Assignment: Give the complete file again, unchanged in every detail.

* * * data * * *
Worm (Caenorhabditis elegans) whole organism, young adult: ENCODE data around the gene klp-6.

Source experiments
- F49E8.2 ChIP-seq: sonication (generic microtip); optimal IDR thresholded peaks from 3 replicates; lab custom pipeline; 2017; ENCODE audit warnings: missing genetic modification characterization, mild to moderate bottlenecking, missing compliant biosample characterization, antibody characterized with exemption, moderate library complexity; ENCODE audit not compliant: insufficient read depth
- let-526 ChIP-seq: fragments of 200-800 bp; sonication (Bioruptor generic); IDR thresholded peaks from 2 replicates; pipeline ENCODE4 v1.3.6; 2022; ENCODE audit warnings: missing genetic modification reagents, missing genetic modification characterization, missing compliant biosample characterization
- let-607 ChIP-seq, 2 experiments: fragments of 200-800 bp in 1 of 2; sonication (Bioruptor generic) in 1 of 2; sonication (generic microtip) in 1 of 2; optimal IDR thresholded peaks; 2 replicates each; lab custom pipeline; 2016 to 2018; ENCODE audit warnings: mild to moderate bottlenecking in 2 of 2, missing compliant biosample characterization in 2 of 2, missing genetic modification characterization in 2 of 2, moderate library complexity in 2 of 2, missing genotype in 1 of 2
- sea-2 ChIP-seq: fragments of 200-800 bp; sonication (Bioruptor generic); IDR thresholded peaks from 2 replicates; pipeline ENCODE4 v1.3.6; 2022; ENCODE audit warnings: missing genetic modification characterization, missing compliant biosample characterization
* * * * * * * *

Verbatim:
Worm (Caenorhabditis elegans) whole organism, young adult: ENCODE data around the gene klp-6.

Source experiments
- F49E8.2 ChIP-seq: sonication (generic microtip); optimal IDR thresholded peaks from 3 replicates; lab custom pipeline; 2017; ENCODE audit warnings: missing genetic modification characterization, mild to moderate bottlenecking, missing compliant biosample characterization, antibody characterized with exemption, moderate library complexity; ENCODE audit not compliant: insufficient read depth
- let-526 ChIP-seq: fragments of 200-800 bp; sonication (Bioruptor generic); IDR thresholded peaks from 2 replicates; pipeline ENCODE4 v1.3.6; 2022; ENCODE audit warnings: missing genetic modification reagents, missing genetic modification characterization, missing compliant biosample characterization
- let-607 ChIP-seq, 2 experiments: fragments of 200-800 bp in 1 of 2; sonication (Bioruptor generic) in 1 of 2; sonication (generic microtip) in 1 of 2; optimal IDR thresholded peaks; 2 replicates each; lab custom pipeline; 2016 to 2018; ENCODE audit warnings: mild to moderate bottlenecking in 2 of 2, missing compliant biosample characterization in 2 of 2, missing genetic modification characterization in 2 of 2, moderate library complexity in 2 of 2, missing genotype in 1 of 2
- sea-2 ChIP-seq: fragments of 200-800 bp; sonication (Bioruptor generic); IDR thresholded peaks from 2 replicates; pipeline ENCODE4 v1.3.6; 2022; ENCODE audit warnings: missing genetic modification characterization, missing compliant biosample characterization